Infrastructure Finance Districts

Cities and counties can create Infrastructure Financing Districts (IFDs) to pay for regional scale public works. IFDs can divert property tax increment revenues for 30 years to finance highways, transit, water systems, sewer projects, flood control, child care facilities, libraries, parks, and solid waste facilities. IFDs canít pay for maintenance, repairs, operating costs, and services.

Unlike redevelopment, the property in an IFD doesnít have to be blighted. IFDs and redevelopment agenciesí project areas canít overlap.

Forming an IFD is cumbersome. The city or county must develop an infrastructure plan, send copies to every landowner, consult with other local governments, and hold a public hearing. Every local agency that will contribute its property tax increment revenue to the IFD must approve the plan. Schools cannot shift their property tax increment revenues to the IFD. Once the other local officials approve, the city or county must still get the votersí approval to:

For years, local officials were reluctant to form IFDs because they worried about the constitutionality of using tax increment revenue from property that was not within a redevelopment project area. When an Attorney Generalís opinion allayed those concerns, Carlsbad city officials formed a 200-acre IFD in 1999 to fund the public works for a new hotel located adjacent to the Legoland theme park.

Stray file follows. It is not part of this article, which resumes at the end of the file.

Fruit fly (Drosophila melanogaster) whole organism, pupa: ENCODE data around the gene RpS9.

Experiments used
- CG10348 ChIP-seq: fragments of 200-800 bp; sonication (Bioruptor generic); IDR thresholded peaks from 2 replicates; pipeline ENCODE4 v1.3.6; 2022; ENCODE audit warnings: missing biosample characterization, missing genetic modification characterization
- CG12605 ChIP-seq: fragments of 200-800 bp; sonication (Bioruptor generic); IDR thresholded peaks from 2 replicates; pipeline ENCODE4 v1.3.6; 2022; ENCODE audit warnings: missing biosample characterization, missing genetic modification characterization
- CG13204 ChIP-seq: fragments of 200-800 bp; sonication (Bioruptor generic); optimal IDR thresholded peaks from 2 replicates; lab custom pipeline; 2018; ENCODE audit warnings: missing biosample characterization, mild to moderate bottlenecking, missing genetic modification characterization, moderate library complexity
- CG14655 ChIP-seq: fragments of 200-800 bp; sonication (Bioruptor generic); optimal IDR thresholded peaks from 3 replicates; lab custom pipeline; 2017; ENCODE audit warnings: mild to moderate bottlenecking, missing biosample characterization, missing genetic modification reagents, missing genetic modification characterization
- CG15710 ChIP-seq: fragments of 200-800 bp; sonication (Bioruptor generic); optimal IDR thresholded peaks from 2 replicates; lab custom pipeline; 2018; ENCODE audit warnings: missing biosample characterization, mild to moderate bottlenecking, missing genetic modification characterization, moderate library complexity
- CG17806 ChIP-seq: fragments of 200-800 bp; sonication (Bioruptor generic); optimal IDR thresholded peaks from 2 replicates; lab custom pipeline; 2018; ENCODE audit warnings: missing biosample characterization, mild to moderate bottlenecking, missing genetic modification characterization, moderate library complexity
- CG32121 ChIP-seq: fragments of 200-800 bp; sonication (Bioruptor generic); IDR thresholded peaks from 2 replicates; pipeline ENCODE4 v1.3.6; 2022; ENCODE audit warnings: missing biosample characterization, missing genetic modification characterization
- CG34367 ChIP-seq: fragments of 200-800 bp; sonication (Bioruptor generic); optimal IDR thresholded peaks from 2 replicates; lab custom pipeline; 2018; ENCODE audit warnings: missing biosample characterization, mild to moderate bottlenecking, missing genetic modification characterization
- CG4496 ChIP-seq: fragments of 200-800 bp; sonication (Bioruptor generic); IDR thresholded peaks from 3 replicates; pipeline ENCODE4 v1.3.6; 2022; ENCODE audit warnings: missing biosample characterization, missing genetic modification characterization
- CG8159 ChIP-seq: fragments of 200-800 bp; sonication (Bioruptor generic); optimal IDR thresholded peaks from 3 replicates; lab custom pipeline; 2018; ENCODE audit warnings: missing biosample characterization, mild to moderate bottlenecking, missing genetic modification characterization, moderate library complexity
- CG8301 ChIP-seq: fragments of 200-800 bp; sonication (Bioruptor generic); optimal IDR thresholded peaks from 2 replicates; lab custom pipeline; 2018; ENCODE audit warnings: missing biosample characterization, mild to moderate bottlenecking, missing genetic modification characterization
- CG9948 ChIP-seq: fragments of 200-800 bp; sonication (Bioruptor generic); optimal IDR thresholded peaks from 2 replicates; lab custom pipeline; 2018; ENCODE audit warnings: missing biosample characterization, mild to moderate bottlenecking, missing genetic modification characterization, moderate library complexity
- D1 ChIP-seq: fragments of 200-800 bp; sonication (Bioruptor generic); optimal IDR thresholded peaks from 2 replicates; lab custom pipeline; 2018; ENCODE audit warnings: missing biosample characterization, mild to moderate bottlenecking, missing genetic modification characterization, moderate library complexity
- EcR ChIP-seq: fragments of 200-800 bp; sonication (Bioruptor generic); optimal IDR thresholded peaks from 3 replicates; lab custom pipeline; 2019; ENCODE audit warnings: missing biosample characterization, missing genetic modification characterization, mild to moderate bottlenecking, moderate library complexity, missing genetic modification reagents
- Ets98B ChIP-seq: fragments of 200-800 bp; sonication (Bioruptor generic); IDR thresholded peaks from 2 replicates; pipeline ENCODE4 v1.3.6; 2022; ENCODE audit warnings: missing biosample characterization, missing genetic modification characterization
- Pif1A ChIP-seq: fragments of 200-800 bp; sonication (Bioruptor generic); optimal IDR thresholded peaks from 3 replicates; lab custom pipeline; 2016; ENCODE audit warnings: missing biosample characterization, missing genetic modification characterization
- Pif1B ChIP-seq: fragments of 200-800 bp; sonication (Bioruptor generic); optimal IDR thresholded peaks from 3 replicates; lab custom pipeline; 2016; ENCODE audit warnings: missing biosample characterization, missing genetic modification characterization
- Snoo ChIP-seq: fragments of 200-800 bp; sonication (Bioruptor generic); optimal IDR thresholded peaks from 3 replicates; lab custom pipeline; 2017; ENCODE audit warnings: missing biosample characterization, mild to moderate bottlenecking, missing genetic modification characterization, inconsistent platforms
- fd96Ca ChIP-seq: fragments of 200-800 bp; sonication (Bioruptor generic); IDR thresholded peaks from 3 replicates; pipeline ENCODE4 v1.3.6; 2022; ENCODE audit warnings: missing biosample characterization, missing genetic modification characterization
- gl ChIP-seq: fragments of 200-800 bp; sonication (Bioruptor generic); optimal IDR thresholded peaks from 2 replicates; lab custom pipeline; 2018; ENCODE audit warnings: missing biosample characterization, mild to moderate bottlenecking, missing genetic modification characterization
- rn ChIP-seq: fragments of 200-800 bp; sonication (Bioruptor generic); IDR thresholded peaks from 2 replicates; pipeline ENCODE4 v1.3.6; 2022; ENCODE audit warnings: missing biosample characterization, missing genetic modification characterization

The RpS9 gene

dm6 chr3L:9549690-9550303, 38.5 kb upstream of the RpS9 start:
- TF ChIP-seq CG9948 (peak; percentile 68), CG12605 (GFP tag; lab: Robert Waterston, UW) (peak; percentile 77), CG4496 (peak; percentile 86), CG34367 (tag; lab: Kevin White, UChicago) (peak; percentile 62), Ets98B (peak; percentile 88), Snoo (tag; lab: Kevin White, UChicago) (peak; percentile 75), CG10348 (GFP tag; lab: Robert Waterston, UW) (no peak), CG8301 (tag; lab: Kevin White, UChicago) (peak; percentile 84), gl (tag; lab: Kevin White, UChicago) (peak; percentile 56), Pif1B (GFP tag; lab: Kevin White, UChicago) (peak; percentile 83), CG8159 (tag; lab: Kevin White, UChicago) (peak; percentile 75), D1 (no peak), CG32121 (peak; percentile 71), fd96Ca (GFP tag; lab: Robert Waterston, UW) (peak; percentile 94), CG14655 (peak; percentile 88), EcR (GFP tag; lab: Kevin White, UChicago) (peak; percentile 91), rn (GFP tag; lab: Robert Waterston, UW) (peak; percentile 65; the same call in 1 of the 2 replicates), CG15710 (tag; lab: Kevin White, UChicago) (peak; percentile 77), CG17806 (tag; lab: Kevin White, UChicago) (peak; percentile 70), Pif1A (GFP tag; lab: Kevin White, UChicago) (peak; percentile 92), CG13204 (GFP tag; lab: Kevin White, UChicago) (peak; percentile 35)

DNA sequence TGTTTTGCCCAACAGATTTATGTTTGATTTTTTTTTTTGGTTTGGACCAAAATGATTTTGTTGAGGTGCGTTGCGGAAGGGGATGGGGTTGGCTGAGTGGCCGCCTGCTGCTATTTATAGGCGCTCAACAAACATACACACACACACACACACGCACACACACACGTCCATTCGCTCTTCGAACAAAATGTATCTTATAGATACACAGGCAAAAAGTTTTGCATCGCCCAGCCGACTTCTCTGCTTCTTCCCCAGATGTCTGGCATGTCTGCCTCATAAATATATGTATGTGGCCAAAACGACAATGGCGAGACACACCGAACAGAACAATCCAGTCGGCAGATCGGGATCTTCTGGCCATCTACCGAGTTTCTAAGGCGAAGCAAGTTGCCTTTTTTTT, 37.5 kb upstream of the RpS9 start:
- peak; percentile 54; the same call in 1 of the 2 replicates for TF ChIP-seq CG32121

The statute authorizing IFDs is the Infrastructure Financing District Act (Government Code §53395, et seq.). The Legislature adopted this Act in 1990 (Senate Bill 308, Seymour, 1990).

The Attorney Generalís 1998 opinion interpreting the IFD Act is 81 Ops.Cal.Atty.Gen. 45 (Opinion 97-906; January 16, 1998).

For information about Carlsbadís IFD, contact Jim Elliott (760/602-2409) or Erin Letsch (760/602-2471) with the City of Carlsbad.

A short description of IFDs appears in "Chapter One: Introduction," by Peter M. Detwiler in Exactions and Impact Fees in California: A comprehensive guide to policy, practice, and the law, by William W. Abbott, et al., Solano Press Books: Point Arena, California, 2001.

In 1999, the Legislature adapted the IFD Act for projects along the California-Mexico border. See Government Code §53398, et seq., added by SB 207 (Peace, 1999).

Senate Local Government Committee

November 30, 2001